I believe in lifelong learning. This has been one of the few constants in my life, as I have moved through different chapters. I had the benefit of a formal education in a good public school system, followed by college and graduate school. However, my experience with lifelong learning, as I perceive it, began during my junior year in college.
I was a French major enrolled in a study abroad program at the University in the Alsace region of France. I had had five years of French in high school followed by four more semesters in college. This, I was sure, adequately prepared me for my year of studies in France. That is, until I met the lady with whom I would be living for the next year, Annie. Although she claimed to be a ballet teacher, I was convinced that she was a French auctioneer; such was the rate of her speech. To my pleasant surprise, after a few weeks, I could understand and even converse with her.
My relationship with lifelong learning continued into my work life, particularly when I switched careers from teaching to fundraising. When I took my first job as a grant writer, I had no idea what a grant was never mind how to write one. I had to learn on the job how to translate a program description into a compelling proposal for support. Goals, objectives, outcomes and evaluative measures are now integral parts of my daily vocabulary.
While education and work provide various opportunities for learning and training, it is most frequently life itself that teaches us the most important lessons. My brief marriage taught me more about myself, my upbringing, and my relationships than anything I ever could have learned in school. That experience, along with the counseling I went through during my divorce, changed my life, and prepared me to face the challenges ahead with a greater sense of confidence and wisdom. In many ways, it was the best thing that could have happened to me.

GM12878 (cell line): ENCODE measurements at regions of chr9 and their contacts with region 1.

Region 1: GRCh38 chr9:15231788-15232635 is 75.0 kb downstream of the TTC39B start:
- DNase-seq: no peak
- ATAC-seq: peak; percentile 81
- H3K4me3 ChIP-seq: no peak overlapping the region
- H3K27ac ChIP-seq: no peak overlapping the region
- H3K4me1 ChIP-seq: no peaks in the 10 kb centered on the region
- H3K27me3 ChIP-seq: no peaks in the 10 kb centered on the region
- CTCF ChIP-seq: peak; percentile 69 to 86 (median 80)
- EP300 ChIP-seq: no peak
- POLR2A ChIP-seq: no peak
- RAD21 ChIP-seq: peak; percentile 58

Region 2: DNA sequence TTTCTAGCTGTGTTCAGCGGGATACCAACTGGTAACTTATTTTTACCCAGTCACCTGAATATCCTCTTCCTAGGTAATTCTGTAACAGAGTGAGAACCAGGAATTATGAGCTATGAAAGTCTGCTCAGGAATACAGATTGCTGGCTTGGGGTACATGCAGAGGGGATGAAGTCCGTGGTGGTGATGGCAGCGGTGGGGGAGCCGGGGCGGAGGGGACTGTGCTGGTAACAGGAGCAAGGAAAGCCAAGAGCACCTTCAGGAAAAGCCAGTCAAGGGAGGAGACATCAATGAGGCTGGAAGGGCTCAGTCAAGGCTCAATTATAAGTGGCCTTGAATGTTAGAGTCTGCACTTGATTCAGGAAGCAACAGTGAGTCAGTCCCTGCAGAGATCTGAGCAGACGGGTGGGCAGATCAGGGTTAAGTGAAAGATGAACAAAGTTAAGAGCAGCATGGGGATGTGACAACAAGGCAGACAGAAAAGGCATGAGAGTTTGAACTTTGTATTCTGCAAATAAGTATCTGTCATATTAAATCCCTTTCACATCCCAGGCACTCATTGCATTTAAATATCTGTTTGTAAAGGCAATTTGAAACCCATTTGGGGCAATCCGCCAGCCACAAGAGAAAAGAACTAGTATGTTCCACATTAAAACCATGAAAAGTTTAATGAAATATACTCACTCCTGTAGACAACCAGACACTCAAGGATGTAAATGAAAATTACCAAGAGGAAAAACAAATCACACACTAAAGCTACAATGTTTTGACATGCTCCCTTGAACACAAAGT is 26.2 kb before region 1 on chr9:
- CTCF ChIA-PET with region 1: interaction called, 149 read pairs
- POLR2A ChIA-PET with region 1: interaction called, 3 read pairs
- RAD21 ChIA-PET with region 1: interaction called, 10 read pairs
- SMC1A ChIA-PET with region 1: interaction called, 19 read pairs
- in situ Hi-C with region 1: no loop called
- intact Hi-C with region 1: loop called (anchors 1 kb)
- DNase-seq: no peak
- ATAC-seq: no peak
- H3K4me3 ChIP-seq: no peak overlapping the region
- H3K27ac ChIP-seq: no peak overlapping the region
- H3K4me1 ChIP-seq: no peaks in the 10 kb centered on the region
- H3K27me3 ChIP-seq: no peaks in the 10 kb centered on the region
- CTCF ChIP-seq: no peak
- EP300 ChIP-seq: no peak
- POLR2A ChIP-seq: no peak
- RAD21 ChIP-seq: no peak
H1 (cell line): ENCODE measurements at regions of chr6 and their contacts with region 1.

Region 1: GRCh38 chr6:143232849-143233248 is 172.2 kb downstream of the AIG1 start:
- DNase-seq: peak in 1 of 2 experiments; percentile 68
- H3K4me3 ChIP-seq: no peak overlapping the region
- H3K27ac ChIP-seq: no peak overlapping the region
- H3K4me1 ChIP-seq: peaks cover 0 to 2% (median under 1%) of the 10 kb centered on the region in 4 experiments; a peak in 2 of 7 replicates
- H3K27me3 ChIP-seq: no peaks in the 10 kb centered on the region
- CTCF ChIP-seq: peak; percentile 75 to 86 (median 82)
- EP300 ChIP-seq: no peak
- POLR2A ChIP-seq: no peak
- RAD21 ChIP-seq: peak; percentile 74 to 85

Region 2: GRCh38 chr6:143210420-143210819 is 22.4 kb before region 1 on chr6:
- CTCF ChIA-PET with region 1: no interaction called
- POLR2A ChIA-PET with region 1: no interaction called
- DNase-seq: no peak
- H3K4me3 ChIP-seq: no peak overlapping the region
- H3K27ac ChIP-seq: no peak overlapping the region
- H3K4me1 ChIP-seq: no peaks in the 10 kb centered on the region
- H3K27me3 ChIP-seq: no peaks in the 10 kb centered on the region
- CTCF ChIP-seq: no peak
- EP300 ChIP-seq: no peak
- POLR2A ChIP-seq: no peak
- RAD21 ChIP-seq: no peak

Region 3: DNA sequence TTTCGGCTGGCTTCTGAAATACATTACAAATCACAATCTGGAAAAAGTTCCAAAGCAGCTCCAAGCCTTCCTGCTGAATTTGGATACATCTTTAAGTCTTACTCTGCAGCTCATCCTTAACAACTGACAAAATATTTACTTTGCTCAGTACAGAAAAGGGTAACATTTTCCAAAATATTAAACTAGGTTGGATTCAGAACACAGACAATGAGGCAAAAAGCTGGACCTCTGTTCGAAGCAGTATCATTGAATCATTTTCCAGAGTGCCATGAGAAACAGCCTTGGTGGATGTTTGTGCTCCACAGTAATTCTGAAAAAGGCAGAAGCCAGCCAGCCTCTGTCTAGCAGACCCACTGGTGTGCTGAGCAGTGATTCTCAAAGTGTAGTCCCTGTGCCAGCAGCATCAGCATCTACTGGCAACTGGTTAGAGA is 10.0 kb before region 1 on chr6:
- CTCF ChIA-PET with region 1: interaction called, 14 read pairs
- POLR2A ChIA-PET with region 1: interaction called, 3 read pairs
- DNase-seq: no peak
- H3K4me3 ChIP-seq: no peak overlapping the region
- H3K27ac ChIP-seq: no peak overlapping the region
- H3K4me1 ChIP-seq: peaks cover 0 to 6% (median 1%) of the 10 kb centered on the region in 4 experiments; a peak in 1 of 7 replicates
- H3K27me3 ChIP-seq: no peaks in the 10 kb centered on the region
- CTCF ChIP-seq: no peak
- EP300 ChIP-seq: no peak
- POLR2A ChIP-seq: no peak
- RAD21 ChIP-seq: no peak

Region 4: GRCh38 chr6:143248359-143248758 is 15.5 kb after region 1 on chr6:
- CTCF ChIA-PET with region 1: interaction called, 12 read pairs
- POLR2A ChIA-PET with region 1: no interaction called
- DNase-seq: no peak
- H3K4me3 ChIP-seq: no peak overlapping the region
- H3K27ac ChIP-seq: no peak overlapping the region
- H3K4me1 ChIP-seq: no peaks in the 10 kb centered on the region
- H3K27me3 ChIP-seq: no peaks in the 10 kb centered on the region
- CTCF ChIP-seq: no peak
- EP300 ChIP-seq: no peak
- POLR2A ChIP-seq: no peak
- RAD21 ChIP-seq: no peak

The seemingly endless sources of information available today make it easy to learn about any topic imaginable. Books serve as handy, portable instructors, and, in the case of fiction, allow readers to escape into another world. “What is your favorite book?” This is a difficult question for me to answer. As an avid reader of non-fiction, I might think of Marilu Henner’s “Total Health Makeover”, or the biography of Maria Callas. When it comes to fiction, my favorite genre is fantasy, including series such as “The Chronicles of Narnia” and “The Lord of the Rings.” Although set in mythical lands with fantastic creatures and magical powers, these stories teach us important lessons for our lives. As Gandalf tells Frodo in “The Fellowship of the Ring,” “All we have to decide is what to do with the time that is given to us.” I choose to use my time to learn.
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